“That is why we are negotiating for meaningful solutions to the corporate-sponsored policies that make our jobs difficult. This isn’t about money, this is about standing up for what is right in pedagogy and for what is right for our students and their families.

“We want the autonomy to properly grade and an end to countless, unnecessary testing; more counselors, nurses, social workers and other clinicians in our school buildings to help students deal with environmental stresses (such as poverty, homelessness and violence that hinder learning); and we want the cuts to special education to end. The Board refuses to even discuss progressive revenue options that are available to provide long-term solutions to their self-created fiscal crisis. Why? If they are cash strapped, then why won’t they look into these options at all?”

The Mayor’s board will not even consider non-salary proposals that improve the learning conditions of Chicago’s public school students who are mostly poor and children of color.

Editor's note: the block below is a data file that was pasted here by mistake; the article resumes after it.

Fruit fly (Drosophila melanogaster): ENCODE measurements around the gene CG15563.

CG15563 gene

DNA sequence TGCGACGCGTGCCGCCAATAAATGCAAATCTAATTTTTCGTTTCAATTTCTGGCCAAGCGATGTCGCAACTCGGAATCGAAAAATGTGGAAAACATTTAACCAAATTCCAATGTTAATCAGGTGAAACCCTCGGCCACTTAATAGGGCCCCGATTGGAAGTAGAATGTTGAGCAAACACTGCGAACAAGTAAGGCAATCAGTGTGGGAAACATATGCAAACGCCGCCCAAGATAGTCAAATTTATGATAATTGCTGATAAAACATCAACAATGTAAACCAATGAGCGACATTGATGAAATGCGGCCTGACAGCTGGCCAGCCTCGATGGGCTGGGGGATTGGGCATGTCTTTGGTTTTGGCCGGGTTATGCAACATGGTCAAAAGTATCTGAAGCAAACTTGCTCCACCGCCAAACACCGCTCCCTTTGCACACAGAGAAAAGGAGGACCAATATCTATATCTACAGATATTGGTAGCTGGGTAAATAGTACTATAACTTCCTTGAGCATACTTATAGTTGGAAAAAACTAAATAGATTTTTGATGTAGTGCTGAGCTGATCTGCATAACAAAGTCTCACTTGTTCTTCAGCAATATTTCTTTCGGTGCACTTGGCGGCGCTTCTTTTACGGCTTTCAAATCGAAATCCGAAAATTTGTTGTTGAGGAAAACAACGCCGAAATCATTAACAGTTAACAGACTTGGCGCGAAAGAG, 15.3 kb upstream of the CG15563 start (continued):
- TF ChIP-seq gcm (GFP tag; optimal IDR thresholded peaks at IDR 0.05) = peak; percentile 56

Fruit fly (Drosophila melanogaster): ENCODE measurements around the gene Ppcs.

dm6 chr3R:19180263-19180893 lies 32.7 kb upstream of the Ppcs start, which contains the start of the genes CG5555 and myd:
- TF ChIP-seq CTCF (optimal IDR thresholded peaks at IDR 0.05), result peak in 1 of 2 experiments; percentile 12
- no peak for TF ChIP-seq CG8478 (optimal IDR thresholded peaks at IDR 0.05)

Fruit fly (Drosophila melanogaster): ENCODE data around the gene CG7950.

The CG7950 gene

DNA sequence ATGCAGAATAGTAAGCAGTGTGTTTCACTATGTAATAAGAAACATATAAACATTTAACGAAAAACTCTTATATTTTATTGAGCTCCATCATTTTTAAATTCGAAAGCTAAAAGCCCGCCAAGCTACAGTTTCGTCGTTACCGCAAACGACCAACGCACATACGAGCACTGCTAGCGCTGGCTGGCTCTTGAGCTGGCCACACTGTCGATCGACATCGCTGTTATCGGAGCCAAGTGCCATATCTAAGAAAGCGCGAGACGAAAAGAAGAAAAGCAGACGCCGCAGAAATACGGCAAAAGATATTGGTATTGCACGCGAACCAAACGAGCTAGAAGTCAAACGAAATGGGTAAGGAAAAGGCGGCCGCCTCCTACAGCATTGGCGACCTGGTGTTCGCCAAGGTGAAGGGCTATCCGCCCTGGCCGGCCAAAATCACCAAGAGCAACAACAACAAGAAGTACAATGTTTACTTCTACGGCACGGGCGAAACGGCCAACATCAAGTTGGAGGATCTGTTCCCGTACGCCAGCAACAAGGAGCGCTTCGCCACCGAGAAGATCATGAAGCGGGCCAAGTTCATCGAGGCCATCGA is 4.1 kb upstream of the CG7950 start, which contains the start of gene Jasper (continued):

Lewis said the CTU would return to the bargaining table.

But with without a change in the bargaining position of the Mayoral controlled school board, the future looks bleak and a strike seems inevitable.

Meanwhile Governor Private Equity has vetoed the legislature’s budget bills, moving the state closer to a total shut-down.

And a lock-out of public employees.

Tens of thousands of the state’s neediest will face a ton of hurt. Many already have as funding to state-funded social service agencies and organizations have seen their state support disappear.

The Governor is holding a gun to the head of the legislature to pass law that is aimed squarely at the rights of unionized public workers.

Without agreeing to his anti-union agenda, no budget will get passed him.

City of Chicago employees and retirees: Rahm’s budget will cost you plenty.


You may have missed it on Friday when Rahm released his budget promises because an alderman went off message and said property taxes would go up no matter what. That made the headlines.

But Rahm’s real message is that city employees and retirees will carry the burden of budget mismanagement.

The five core principals (sic) to reform include: